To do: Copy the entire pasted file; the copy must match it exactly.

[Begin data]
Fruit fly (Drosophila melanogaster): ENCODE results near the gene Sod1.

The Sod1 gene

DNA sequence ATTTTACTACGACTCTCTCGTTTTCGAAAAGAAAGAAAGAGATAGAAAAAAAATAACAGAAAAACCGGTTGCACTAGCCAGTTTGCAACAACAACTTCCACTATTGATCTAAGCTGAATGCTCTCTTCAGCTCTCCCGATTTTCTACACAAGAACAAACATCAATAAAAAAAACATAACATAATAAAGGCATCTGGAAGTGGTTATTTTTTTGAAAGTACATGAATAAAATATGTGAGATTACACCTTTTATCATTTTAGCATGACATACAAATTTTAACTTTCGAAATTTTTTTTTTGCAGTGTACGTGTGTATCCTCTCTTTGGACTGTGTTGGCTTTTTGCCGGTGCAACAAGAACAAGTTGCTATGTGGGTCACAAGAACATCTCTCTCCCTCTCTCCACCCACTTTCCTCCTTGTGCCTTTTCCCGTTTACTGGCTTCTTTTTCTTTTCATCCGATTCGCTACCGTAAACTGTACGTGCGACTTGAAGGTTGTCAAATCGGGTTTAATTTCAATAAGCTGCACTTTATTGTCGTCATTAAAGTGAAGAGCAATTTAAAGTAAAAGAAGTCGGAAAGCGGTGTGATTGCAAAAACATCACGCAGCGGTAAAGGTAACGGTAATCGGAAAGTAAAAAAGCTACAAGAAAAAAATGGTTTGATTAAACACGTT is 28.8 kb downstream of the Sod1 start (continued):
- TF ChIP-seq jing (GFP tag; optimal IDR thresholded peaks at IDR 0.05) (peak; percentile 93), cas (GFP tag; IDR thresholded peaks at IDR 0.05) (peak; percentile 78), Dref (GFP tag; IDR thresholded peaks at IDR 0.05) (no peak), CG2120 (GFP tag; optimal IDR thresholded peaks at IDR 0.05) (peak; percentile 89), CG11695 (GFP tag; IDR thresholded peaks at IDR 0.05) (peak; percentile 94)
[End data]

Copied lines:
Fruit fly (Drosophila melanogaster): ENCODE results near the gene Sod1.

The Sod1 gene

DNA sequence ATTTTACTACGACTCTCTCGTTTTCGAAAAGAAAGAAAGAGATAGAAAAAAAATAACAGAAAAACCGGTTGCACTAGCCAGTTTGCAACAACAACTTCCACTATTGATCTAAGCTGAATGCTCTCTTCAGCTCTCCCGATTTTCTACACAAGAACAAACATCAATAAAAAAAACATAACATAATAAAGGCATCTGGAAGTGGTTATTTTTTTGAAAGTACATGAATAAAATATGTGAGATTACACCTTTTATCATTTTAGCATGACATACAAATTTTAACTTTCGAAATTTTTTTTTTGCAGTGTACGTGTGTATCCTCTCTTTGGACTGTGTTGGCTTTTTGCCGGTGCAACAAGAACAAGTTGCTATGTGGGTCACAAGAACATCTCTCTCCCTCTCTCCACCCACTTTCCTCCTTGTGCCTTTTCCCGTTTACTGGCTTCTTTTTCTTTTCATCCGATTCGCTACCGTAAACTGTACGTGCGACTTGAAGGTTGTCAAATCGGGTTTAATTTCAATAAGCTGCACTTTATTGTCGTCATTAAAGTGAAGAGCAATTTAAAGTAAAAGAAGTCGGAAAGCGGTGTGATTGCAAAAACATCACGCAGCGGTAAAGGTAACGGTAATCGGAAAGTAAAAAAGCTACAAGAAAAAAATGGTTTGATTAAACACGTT is 28.8 kb downstream of the Sod1 start (continued):
- TF ChIP-seq jing (GFP tag; optimal IDR thresholded peaks at IDR 0.05) (peak; percentile 93), cas (GFP tag; IDR thresholded peaks at IDR 0.05) (peak; percentile 78), Dref (GFP tag; IDR thresholded peaks at IDR 0.05) (no peak), CG2120 (GFP tag; optimal IDR thresholded peaks at IDR 0.05) (peak; percentile 89), CG11695 (GFP tag; IDR thresholded peaks at IDR 0.05) (peak; percentile 94)